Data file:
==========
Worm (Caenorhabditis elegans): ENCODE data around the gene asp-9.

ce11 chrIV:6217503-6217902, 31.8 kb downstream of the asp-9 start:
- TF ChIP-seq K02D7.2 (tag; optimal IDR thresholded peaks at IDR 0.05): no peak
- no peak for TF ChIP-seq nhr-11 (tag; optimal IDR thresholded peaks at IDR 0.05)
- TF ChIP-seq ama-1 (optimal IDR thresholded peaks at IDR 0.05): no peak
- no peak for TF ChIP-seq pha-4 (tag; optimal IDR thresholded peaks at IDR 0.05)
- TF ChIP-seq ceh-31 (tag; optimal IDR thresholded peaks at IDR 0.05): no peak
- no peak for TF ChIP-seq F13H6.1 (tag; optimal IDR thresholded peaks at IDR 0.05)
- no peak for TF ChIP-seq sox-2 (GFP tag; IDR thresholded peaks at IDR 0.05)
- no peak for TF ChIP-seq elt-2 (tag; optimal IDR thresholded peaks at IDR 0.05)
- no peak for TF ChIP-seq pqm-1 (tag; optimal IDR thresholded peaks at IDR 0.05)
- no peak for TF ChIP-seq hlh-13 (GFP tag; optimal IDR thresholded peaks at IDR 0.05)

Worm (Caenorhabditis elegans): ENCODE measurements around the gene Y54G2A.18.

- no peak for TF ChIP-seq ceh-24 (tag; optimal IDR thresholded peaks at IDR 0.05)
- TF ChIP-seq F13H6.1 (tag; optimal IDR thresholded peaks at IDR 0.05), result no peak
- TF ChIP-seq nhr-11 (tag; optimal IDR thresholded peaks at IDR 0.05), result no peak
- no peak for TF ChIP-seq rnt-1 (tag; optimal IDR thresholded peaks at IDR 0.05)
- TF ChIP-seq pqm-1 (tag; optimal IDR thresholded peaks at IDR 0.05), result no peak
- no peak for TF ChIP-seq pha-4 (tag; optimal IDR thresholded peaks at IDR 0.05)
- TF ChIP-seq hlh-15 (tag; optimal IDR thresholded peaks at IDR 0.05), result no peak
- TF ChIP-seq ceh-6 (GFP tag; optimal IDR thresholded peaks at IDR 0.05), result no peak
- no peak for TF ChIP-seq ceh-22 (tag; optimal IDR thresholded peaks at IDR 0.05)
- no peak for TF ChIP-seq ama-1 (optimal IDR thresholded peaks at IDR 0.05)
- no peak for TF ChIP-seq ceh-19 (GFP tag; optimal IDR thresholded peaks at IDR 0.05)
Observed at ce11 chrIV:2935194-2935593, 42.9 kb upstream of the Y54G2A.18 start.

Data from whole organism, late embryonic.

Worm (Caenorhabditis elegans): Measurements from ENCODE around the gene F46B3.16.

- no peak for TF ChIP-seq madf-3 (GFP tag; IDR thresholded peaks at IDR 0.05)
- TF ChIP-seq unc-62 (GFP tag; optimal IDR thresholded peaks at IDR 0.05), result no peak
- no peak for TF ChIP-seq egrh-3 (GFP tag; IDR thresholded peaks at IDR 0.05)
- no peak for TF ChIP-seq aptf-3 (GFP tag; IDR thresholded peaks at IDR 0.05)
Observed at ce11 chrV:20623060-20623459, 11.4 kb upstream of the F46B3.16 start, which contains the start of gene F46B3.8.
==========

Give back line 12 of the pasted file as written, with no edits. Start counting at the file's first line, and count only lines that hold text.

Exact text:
- no peak for TF ChIP-seq hlh-13 (GFP tag; optimal IDR thresholded peaks at IDR 0.05)